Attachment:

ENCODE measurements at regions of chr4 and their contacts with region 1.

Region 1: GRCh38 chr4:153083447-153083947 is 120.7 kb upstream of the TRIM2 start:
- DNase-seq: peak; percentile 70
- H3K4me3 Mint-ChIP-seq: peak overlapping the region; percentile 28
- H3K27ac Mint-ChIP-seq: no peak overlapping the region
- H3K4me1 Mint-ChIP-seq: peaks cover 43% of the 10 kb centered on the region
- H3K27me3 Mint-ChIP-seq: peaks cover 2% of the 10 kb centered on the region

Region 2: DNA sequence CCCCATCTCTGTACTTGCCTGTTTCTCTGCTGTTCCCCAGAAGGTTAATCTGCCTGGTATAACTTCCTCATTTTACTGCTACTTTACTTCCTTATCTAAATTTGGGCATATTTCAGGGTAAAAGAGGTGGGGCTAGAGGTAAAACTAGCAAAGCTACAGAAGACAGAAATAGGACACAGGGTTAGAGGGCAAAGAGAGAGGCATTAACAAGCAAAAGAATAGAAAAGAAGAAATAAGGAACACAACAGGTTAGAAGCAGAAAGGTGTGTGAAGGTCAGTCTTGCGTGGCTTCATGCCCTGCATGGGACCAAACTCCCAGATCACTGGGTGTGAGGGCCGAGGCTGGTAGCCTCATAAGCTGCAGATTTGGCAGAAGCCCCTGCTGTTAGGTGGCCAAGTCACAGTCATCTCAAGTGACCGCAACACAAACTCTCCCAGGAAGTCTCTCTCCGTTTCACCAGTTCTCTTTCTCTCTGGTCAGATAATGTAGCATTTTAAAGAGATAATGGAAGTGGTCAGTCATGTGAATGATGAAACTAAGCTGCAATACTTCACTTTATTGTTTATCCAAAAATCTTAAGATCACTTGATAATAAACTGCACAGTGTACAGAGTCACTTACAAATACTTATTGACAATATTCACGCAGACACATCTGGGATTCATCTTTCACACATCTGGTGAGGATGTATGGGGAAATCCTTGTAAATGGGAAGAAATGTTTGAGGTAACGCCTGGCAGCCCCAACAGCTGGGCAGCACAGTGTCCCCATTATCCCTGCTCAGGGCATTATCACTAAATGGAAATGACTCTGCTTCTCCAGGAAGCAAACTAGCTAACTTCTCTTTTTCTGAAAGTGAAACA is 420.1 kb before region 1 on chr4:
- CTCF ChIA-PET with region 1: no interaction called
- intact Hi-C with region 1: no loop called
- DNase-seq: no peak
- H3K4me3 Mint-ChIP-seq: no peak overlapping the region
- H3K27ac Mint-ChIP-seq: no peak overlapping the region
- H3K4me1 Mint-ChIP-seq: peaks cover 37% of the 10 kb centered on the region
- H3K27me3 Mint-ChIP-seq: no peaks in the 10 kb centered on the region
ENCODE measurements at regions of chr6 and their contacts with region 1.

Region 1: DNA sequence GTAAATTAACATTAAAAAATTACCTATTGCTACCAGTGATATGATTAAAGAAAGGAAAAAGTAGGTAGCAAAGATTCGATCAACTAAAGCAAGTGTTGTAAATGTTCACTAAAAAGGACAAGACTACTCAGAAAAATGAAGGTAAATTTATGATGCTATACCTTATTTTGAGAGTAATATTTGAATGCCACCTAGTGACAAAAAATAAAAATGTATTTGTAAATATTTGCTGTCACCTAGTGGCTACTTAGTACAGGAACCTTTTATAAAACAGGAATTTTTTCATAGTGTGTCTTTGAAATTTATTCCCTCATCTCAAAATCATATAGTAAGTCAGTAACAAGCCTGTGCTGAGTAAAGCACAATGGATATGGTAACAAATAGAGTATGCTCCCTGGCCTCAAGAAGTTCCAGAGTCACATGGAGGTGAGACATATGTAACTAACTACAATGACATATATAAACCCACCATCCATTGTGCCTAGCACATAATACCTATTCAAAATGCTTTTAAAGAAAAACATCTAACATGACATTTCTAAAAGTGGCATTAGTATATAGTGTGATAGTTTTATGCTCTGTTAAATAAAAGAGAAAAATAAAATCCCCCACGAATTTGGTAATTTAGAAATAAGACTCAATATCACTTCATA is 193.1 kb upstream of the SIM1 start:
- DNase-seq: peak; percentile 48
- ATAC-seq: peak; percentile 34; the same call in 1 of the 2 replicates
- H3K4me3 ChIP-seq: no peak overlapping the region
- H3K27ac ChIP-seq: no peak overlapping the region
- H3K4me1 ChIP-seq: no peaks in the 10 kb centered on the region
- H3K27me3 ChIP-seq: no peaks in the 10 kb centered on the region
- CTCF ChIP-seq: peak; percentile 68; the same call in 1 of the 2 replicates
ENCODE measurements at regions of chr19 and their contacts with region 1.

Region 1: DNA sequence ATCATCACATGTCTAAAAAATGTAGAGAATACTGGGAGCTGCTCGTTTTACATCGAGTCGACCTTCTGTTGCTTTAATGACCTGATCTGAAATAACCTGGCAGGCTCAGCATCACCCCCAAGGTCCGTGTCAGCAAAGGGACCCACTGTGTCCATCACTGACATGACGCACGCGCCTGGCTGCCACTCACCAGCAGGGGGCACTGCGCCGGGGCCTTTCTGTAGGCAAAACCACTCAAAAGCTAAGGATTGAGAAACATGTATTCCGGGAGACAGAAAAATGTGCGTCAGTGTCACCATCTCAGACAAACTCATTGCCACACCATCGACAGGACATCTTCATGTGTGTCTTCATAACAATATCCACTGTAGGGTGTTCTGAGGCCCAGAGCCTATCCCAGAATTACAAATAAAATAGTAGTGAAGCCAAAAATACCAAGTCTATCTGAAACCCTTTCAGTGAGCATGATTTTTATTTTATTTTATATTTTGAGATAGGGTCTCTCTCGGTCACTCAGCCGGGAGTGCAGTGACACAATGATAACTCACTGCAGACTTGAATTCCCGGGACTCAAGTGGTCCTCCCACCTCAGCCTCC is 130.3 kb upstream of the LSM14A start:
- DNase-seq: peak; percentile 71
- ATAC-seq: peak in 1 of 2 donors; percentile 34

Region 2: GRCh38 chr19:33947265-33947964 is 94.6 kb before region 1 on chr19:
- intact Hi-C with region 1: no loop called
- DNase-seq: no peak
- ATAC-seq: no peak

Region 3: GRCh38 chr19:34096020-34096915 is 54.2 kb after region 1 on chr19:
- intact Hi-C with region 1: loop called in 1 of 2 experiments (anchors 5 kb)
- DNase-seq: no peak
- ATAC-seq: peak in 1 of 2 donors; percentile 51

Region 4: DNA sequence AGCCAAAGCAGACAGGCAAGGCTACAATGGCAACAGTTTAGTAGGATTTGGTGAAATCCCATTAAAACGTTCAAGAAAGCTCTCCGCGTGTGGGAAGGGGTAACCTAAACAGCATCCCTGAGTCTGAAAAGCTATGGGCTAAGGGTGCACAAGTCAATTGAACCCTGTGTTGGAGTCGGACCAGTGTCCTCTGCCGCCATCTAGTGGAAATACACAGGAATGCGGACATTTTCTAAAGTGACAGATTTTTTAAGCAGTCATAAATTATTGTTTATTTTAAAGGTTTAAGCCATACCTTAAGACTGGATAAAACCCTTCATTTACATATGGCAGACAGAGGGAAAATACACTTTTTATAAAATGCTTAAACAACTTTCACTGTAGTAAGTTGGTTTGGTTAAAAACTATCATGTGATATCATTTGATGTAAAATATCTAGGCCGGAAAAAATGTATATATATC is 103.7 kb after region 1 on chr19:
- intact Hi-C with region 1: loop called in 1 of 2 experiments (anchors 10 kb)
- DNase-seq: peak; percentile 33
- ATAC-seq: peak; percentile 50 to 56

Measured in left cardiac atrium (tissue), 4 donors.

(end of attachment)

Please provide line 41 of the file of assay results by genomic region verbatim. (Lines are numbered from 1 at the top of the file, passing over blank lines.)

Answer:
Measured in left cardiac atrium (tissue), 4 donors.